• The average IPERS retiree leaves public employment after 22 years of service.
  • The average IPERS retiree receives an annual benefit of $16,000. Benefits are calculated based on a formula of years of service and highest average salary, with a maximum benefit of 65 percent for 35 years or more of service.  No one makes more in IPERS retirement than they did while they were working.
  • This benefit is secure and paid for a lifetime, but does not include a cost-of-living adjustment.  Every year spent in retirement means the IPERS monthly benefit has less buying power. That’s why IPERS is only one part of retirement planning and is designed to be combined with Social Security and other personal savings and investments.

 

October 2018 Update

While SENATE FILE 45 did not advance in the 2017 – 2018 session, leading Iowa Republicans continue to back the ideas contained in the bill.

On April 24 of 2017, shortly after the 2017 session adjourned, Governor Reynolds told reporters that her priorities for the next session included “Water quality, tax reform and a study of the Iowa Public Employees’ Retirement System,” according to reports in the Cedar Rapids Gazette and the Quad City Times.

On August 28 of 2017, then Senator, now Senate President ,Charles Schneider (R) invited the Los Angeles-based Reason Foundation to give a presentation to members of the IPERS Benefits Advisory Committee.  The Reason Foundation is an advocate for private market/401(k) type retirement plans.   The IPERS response to the Reason Foundation’s presentation can be found here: https://www.ipers.org/newsroom/2017/reason-foundation-presentation-bac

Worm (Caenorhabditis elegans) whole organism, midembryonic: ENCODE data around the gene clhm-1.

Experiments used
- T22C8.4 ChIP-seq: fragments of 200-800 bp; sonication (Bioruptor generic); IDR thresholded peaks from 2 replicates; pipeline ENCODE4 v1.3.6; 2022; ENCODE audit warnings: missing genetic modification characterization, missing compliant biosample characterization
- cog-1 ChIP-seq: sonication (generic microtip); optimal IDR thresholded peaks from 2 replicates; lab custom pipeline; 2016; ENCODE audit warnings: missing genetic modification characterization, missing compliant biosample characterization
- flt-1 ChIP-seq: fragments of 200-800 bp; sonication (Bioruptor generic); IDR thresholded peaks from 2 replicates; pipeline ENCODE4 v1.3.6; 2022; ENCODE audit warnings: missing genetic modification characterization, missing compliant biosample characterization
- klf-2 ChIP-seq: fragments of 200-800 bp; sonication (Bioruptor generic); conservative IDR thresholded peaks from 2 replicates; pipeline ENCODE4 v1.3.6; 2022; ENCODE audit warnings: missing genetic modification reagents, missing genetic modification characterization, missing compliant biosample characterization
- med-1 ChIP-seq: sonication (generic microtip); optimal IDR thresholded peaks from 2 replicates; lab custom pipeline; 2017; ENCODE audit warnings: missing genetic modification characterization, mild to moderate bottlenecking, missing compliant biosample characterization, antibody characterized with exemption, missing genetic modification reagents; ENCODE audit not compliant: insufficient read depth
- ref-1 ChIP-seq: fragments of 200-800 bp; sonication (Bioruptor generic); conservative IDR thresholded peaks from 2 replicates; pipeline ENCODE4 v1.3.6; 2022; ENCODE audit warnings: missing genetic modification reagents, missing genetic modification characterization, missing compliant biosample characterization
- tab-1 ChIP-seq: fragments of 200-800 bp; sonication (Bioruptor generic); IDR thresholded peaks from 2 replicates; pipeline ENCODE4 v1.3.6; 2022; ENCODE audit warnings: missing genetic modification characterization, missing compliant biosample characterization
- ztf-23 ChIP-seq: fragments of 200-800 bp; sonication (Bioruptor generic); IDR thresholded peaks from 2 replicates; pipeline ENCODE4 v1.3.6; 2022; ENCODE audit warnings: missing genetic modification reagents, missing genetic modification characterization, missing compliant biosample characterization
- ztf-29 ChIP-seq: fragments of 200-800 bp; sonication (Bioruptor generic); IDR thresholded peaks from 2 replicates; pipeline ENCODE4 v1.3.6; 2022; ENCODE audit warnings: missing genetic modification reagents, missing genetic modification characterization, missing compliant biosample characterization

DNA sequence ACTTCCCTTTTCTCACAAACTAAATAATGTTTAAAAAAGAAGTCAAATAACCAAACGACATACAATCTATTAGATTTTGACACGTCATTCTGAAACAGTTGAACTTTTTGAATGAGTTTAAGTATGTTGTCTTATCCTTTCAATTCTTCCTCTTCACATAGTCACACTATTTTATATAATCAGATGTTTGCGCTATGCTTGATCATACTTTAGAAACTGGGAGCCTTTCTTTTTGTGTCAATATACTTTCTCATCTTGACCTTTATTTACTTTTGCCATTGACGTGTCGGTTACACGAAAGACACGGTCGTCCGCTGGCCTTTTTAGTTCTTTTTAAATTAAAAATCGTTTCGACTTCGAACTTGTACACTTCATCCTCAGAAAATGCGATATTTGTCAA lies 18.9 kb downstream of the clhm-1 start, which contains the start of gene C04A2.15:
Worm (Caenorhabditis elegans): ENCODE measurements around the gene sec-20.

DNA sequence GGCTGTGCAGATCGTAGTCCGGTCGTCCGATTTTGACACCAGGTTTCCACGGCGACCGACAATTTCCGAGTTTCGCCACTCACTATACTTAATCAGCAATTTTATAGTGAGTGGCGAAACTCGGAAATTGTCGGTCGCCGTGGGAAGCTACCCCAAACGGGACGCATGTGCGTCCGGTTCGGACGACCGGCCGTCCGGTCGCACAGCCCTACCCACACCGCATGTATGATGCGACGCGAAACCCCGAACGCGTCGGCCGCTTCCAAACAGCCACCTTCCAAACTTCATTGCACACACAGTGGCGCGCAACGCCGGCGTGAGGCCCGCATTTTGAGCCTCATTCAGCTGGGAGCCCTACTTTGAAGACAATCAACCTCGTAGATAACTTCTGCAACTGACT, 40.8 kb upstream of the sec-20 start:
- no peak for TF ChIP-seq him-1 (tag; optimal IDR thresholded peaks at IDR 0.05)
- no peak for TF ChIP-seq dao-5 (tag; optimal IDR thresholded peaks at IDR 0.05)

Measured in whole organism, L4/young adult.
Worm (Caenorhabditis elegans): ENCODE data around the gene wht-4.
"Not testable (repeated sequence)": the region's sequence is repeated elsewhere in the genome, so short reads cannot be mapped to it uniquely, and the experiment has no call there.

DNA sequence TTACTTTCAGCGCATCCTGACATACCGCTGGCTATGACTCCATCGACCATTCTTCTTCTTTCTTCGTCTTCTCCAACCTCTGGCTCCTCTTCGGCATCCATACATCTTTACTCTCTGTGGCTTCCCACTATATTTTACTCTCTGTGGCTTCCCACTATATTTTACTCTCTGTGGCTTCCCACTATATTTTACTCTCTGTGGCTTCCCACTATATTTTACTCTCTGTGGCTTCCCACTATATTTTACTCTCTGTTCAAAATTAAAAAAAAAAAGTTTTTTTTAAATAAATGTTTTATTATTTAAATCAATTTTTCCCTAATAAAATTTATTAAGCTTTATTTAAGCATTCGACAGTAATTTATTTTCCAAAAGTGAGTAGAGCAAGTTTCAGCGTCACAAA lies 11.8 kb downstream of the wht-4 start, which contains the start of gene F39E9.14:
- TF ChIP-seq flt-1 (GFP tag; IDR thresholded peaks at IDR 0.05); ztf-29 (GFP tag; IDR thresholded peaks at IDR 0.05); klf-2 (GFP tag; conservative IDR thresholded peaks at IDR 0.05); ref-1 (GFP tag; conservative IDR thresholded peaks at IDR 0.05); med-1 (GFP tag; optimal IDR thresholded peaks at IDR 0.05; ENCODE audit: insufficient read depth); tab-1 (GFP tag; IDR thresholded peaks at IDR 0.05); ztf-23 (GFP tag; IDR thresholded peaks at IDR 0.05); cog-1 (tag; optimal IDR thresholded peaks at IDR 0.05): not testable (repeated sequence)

On December 18 of 2017, the Legislature’s Public Retirement Systems Committee met for a contentious meeting, headlined by one newspaper as: “Iowa lawmakers grill IPERS officials about public pension funding.”  The committee adjourned without making recommendations for legislation in 2018.

On June 22 of 2018, Governor Kim Reynolds was interviewed on Iowa Press (http://www.iptv.org/iowapress/story/30878/governor-kim-reynolds).  The Governor repeatedly talked of making changes to IPERS while “maintaining the commitments that have been made.”  IPERS managers have consistently warned that changing to a 401(k) plan for new members would threaten benefits to current members.

On October 23 of 2018, individual editorials from Governor Reynolds and Iowa House Republican Speaker Linda Upmeyer appeared in major papers.  Both claimed there are no plans to change IPERS.

On October 25 of 2018, House Democratic Leader Mark Smith revealed that Speaker Upmeyer had previously voted for “a 401(k)-style plan that would divert money from IPERS.” (HSB 512, House State Government Committee Vote, March 2, 2006)

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Produced by the Iowa Senate Democratic Research Staff: 515-281-5804

Statement on latest revenue estimates

IA SEN NEWS
Oct. 16, 2018

Statement from Sen. Joe Bolkcom, Ranking Member of the Senate Appropriations Committee

“The fiscal mismanagement by Governor Reynolds and legislative Republicans is like a slow train wreck for everyday Iowans.

“Their smoke-and-mirrors shell game won’t erase the fact that the Governor and Republican-controlled Legislature have made job training and higher education unaffordable for thousands of Iowans, reduced protections for seniors and other vulnerable Iowans, and made health care less accessible for thousands of Iowans over the past two years.

“It’s no wonder that Iowans are clamoring for new leadership that will put their needs ahead of the self-interest of Wall Street corporations, special interests and millionaires. It’s time to put Iowans first again.”